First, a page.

What a difference a year makes.
About one year ago, it took just under $1.04 to purchase one euro. It took about $1.22 to purchase one British pound. Today, it takes over $1.19 to buy a euro and over $1.35 to purchase a pound.
President Donald Trump wanted a weaker dollar. Well, he has gotten what he wanted.
And, there has been some short-term benefit to him getting what he wanted. The weaker dollar contributed to a narrowing of the US trade deficit in the second and third quarters of 2017, and this helped to raise economic growth.
In the third quarter of 2017, the year-over-year growth rate of real GDP was revised upwards to 2.3 percent. Earlier in the year, the year-over-year growth rate was around 2.0 percent.
But what does it mean to have a weak currency over the longer-run?
I believe, along with former Fed chairman Paul Volcker, that “a nation’s exchange rate is the single most important price in its economy.” 
Since Mr. Trump was elected president, some risk-averse foreign money has apparently been leaving the United States. I have written about this frequently.
Although there is not a specific series of data from either the Federal Reserve System or from the International Monetary Fund that defines this flow, variations in money flows connected with changes in relative international interest rates, movements in foreign exchange rates, and statements by policy makers, traders, and analysts present a consistent story of the flows that are taking place.
For example, in the 2012-2013 period, a period in which Europe and other parts of the world were having significant financial difficulties, lots of money was flowing into 'safe havens' like the United States, Germany, and Switzerland. During this time period, there was a dramatic drop in the yields on US Treasury Inflation Protected Securities (OTC:TIPS) that took yields on the 5-year issue and the 10-year issue significantly below zero.
Only as this flow lessened in the 2014-2016 period did these yields move back into positive territory. Just before Mr. Trump was elected, the yield on the 10-year TIPS was just above zero around 0.07 percent.
Today, that yield can be found in the 0.50 percent to 0.60 percent range.
From the information I can gather at this time, a significant amount of the risk-averse monies that had flowed into the United States seeking a “safe haven” in the 2012-2013 period and that had remained in the United States up until the surprise election of Mr. Trump, now reversed direction. These funds started flowing out of the US immediately after the election resulting in the rise in the yield on TIPS and other US government securities.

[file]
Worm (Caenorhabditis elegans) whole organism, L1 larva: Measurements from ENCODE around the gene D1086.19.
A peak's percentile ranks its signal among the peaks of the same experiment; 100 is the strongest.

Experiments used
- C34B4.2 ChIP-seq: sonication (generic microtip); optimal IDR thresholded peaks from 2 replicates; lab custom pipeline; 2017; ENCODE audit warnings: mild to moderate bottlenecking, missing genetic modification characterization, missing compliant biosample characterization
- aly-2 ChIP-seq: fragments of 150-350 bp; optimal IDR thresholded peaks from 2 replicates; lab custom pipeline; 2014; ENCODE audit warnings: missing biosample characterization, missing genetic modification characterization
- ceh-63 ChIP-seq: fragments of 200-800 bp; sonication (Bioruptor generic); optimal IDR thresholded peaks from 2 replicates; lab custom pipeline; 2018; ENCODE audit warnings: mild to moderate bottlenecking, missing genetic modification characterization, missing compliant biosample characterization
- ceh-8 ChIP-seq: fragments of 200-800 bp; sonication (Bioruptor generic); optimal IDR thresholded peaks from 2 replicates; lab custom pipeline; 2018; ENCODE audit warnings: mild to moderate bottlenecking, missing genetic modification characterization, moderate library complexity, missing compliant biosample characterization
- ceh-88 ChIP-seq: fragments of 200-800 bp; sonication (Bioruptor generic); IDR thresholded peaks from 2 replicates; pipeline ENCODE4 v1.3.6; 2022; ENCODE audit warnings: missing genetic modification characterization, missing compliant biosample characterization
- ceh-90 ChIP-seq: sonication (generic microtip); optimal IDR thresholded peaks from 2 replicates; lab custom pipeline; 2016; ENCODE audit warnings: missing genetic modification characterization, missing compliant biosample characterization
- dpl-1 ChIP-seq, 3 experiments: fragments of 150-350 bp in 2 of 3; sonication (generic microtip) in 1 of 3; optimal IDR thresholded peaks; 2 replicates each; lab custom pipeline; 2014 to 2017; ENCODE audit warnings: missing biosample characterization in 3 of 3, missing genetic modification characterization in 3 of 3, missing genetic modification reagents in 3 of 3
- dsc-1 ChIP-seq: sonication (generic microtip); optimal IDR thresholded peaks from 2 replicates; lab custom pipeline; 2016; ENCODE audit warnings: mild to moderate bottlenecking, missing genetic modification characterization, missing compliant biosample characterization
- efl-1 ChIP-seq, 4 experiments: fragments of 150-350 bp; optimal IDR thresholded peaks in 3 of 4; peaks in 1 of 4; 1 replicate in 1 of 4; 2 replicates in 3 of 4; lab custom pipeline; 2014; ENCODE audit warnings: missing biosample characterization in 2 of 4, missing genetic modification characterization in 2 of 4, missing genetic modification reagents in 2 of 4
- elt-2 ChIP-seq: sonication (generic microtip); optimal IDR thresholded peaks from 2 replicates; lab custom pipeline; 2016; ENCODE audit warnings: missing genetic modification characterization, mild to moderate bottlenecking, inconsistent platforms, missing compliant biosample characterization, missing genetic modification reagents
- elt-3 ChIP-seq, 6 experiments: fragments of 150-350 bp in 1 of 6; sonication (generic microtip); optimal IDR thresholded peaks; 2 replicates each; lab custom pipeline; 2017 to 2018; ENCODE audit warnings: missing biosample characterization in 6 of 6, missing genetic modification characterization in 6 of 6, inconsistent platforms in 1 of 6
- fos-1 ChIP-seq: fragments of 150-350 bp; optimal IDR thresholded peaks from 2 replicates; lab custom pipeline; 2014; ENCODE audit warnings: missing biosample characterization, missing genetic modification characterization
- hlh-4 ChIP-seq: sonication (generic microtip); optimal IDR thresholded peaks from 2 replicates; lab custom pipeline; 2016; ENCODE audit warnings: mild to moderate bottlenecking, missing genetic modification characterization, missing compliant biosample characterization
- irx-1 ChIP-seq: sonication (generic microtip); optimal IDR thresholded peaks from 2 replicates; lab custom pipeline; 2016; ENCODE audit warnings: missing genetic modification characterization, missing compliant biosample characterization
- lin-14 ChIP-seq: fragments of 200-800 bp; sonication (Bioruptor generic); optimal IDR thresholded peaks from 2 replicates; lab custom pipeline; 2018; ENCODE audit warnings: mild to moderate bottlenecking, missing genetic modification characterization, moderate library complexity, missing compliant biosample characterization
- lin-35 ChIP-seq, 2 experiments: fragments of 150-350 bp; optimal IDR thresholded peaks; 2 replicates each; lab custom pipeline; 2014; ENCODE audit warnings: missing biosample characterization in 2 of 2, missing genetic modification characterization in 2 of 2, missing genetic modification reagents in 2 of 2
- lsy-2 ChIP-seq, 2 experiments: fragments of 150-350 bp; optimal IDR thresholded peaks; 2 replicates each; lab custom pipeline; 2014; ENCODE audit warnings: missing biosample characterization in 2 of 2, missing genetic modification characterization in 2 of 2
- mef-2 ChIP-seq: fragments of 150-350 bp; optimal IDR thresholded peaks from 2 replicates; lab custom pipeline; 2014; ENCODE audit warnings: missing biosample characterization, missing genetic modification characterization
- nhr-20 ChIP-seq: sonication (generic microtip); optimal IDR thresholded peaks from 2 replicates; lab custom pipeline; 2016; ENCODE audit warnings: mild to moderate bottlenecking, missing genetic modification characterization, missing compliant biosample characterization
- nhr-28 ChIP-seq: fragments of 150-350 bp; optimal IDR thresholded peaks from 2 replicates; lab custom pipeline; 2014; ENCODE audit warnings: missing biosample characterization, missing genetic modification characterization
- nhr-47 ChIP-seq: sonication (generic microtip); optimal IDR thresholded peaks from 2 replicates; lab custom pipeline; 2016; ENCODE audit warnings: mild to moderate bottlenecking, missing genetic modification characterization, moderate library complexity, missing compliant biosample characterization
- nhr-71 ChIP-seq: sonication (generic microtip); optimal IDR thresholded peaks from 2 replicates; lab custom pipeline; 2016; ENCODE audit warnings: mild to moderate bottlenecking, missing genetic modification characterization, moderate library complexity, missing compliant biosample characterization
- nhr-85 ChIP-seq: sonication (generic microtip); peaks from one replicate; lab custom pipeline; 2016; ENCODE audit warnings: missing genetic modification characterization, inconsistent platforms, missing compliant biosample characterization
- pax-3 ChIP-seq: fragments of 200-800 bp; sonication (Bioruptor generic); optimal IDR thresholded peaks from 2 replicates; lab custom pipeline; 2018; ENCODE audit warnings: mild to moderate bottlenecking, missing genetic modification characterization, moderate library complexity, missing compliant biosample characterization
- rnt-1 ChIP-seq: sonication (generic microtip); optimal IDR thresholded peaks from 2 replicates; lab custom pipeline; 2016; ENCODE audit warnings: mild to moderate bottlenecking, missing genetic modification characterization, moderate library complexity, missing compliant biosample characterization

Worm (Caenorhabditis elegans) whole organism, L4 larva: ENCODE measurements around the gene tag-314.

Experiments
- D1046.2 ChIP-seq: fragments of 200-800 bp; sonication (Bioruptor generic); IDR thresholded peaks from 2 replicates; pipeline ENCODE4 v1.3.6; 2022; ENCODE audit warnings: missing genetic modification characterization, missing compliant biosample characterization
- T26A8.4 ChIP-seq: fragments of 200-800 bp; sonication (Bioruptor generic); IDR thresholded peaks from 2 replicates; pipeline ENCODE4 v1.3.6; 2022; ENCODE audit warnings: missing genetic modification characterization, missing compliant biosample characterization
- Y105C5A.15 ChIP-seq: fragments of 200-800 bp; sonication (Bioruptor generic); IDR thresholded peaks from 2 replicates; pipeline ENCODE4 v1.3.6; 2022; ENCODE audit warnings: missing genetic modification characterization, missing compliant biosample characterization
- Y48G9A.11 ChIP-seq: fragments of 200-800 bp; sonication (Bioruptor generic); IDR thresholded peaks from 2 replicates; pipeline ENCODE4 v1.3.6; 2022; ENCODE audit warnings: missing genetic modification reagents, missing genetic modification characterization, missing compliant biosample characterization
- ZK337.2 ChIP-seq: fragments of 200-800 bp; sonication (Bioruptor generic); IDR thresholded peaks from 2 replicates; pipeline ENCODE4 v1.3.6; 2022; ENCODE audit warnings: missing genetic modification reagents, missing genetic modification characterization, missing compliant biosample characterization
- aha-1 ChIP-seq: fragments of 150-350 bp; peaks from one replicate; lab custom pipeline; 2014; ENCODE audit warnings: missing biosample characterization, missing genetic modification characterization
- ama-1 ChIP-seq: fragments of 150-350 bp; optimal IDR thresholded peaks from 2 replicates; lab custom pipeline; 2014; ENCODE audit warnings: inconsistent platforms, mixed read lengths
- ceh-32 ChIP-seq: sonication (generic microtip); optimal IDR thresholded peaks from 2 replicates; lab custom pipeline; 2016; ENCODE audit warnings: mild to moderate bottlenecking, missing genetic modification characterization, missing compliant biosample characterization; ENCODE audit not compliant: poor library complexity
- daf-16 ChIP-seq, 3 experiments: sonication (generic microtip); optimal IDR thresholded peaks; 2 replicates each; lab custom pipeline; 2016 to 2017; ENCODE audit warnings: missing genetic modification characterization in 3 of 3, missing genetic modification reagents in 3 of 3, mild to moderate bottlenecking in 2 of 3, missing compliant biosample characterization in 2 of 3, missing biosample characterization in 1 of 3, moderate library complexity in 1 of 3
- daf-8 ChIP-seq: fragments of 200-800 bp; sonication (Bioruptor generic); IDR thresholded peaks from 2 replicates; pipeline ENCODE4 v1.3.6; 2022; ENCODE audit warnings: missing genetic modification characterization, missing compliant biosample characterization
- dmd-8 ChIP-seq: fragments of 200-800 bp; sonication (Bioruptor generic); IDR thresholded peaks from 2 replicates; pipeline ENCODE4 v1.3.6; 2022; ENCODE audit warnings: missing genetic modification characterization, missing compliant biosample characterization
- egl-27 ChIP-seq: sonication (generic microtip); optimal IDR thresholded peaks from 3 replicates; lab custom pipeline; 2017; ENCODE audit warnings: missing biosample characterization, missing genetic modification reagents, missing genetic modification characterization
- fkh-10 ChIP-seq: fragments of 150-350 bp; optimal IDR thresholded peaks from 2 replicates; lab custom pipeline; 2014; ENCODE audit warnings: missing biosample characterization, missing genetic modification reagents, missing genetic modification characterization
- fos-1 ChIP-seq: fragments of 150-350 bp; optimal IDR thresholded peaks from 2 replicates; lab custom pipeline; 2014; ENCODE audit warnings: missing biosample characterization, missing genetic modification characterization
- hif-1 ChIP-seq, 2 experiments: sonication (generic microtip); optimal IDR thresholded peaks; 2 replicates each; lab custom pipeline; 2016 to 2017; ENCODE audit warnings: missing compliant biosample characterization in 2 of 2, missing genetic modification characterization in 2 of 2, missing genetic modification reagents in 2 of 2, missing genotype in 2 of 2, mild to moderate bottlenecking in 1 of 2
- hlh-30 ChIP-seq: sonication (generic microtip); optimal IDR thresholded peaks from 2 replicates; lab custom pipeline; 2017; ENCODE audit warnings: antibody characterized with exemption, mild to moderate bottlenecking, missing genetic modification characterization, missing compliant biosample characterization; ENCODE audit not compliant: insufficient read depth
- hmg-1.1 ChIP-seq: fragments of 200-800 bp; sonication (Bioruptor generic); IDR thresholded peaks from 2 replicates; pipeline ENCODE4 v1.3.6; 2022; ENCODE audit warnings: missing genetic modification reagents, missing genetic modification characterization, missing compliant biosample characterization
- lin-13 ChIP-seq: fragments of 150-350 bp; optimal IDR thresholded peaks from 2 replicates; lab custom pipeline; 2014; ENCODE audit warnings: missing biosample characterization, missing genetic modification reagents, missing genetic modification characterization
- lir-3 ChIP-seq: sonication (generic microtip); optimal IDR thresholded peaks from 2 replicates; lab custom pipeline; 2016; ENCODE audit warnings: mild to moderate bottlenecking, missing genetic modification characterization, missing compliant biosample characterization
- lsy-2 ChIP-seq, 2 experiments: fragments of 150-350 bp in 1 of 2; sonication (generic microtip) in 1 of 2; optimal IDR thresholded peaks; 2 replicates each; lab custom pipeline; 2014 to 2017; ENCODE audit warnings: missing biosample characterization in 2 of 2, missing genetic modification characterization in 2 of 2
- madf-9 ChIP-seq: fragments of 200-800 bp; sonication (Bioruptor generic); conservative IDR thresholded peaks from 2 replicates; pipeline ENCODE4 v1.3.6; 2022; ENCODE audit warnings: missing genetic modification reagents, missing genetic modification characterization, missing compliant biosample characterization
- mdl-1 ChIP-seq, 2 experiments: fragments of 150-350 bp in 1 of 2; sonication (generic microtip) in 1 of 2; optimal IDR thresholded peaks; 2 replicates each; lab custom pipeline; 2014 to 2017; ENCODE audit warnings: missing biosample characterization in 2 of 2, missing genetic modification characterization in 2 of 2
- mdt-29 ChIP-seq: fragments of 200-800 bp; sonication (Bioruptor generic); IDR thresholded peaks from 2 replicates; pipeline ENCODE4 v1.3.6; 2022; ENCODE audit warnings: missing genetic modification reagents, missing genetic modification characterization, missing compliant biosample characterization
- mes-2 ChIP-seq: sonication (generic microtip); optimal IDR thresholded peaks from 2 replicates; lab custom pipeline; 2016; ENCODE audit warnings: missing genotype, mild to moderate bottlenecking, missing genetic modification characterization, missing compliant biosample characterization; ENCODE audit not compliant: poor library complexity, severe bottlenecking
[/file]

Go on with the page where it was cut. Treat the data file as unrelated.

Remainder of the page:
This put pressure on the value of the dollar to decline, but the major part of the dollar's descent came after Mr. Trump began to “talk down” the value of the dollar after his inauguration.
The strength declined against other currencies as well. The Wall Street Journal index of the US dollar was well over 103.00 in the middle of December 2016. The index dropped to 92.90 last Friday.
One year ago, there had been talks about the parity between the dollar and the euro. Now, the talk is for the euro to continue to rise on the basis of the strength of the eurozone economies and analysts are looking at the price rising above $1.20, possibly even up to $1.25, even with the problems Ms. Merkel is having forming a government in Germany.
The thing is that a decline in the value of a currency can help an economy in the short-run as foreign exchange rates change. However, history shows that the short-run gains in a narrowing trade deficit do not last and that, in the longer-run, a weak currency does not really produce the incentives for companies to increase productivity and innovation, increases that are needed to stay competitive in the modern world.
Trade barriers and other trade protections also do not help raise company competitiveness.
And, as I have written about often, part of the current American growth problem is that the growth of labor productivity is already quite low. The weakness in the value of the US dollar will not help to solve this problem.
Furthermore, a strong stock market based upon the support of the Federal Reserve System will not contribute to further economic growth, even with tax reform legislation that is supposed to help corporate profits.
Corporations know what is going on in the world with the weak dollar and the current Federal Reserve policy and will only continue to use tax benefits and low interest rates to buy back more stock and to pay out more dividends.
Financialization continues to rule the corporate world and will continue to do so until the federal government stops producing more and more rounds of federal deficits and more and more rounds of credit inflation.
Businesses and investors need to watch where the value of the dollar is going. Currently, I believe that it is telling us a lot about the economic policies of the present Republican administration and its Republican Congress. Unfortunately, it is now indicating weakness rather than strength.
(1) This quote can be found on page 232 of the book Mr. Volcker wrote with former Japanese vice-minister for international finance, Toyoo Gyohten titled “Changing Fortunes: The World’s Money and the Threat to American Leadership.”
Disclosure: I/we have no positions in any stocks mentioned, and no plans to initiate any positions within the next 72 hours. I wrote this article myself, and it expresses my own opinions. I am not receiving compensation for it (other than from Seeking Alpha). I have no business relationship with any company whose stock is mentioned in this article.